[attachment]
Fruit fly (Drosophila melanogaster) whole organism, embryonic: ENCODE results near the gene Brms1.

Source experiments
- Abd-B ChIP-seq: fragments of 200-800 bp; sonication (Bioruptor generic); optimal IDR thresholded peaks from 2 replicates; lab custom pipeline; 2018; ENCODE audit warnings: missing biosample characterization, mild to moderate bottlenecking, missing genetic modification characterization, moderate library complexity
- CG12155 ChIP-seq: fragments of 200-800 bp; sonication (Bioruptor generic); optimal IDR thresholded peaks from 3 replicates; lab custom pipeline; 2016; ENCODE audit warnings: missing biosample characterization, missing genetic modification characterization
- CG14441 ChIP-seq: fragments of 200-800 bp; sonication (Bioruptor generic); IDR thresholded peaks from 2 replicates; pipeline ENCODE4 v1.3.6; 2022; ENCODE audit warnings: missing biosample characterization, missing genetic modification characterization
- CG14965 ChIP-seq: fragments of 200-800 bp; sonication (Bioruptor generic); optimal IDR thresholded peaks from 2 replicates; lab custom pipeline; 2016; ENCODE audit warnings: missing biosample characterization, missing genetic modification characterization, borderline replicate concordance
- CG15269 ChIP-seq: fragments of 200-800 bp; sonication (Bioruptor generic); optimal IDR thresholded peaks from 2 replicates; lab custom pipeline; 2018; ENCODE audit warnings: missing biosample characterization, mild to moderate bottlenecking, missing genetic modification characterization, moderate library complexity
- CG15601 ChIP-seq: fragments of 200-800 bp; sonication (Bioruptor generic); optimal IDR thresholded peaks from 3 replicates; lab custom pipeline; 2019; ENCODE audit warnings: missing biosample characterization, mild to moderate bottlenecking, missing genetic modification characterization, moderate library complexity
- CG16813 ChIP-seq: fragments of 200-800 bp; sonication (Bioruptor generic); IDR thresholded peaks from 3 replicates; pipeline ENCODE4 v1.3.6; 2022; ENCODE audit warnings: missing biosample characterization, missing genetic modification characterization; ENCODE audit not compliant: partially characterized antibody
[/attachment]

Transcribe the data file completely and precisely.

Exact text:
Fruit fly (Drosophila melanogaster) whole organism, embryonic: ENCODE results near the gene Brms1.

Source experiments
- Abd-B ChIP-seq: fragments of 200-800 bp; sonication (Bioruptor generic); optimal IDR thresholded peaks from 2 replicates; lab custom pipeline; 2018; ENCODE audit warnings: missing biosample characterization, mild to moderate bottlenecking, missing genetic modification characterization, moderate library complexity
- CG12155 ChIP-seq: fragments of 200-800 bp; sonication (Bioruptor generic); optimal IDR thresholded peaks from 3 replicates; lab custom pipeline; 2016; ENCODE audit warnings: missing biosample characterization, missing genetic modification characterization
- CG14441 ChIP-seq: fragments of 200-800 bp; sonication (Bioruptor generic); IDR thresholded peaks from 2 replicates; pipeline ENCODE4 v1.3.6; 2022; ENCODE audit warnings: missing biosample characterization, missing genetic modification characterization
- CG14965 ChIP-seq: fragments of 200-800 bp; sonication (Bioruptor generic); optimal IDR thresholded peaks from 2 replicates; lab custom pipeline; 2016; ENCODE audit warnings: missing biosample characterization, missing genetic modification characterization, borderline replicate concordance
- CG15269 ChIP-seq: fragments of 200-800 bp; sonication (Bioruptor generic); optimal IDR thresholded peaks from 2 replicates; lab custom pipeline; 2018; ENCODE audit warnings: missing biosample characterization, mild to moderate bottlenecking, missing genetic modification characterization, moderate library complexity
- CG15601 ChIP-seq: fragments of 200-800 bp; sonication (Bioruptor generic); optimal IDR thresholded peaks from 3 replicates; lab custom pipeline; 2019; ENCODE audit warnings: missing biosample characterization, mild to moderate bottlenecking, missing genetic modification characterization, moderate library complexity
- CG16813 ChIP-seq: fragments of 200-800 bp; sonication (Bioruptor generic); IDR thresholded peaks from 3 replicates; pipeline ENCODE4 v1.3.6; 2022; ENCODE audit warnings: missing biosample characterization, missing genetic modification characterization; ENCODE audit not compliant: partially characterized antibody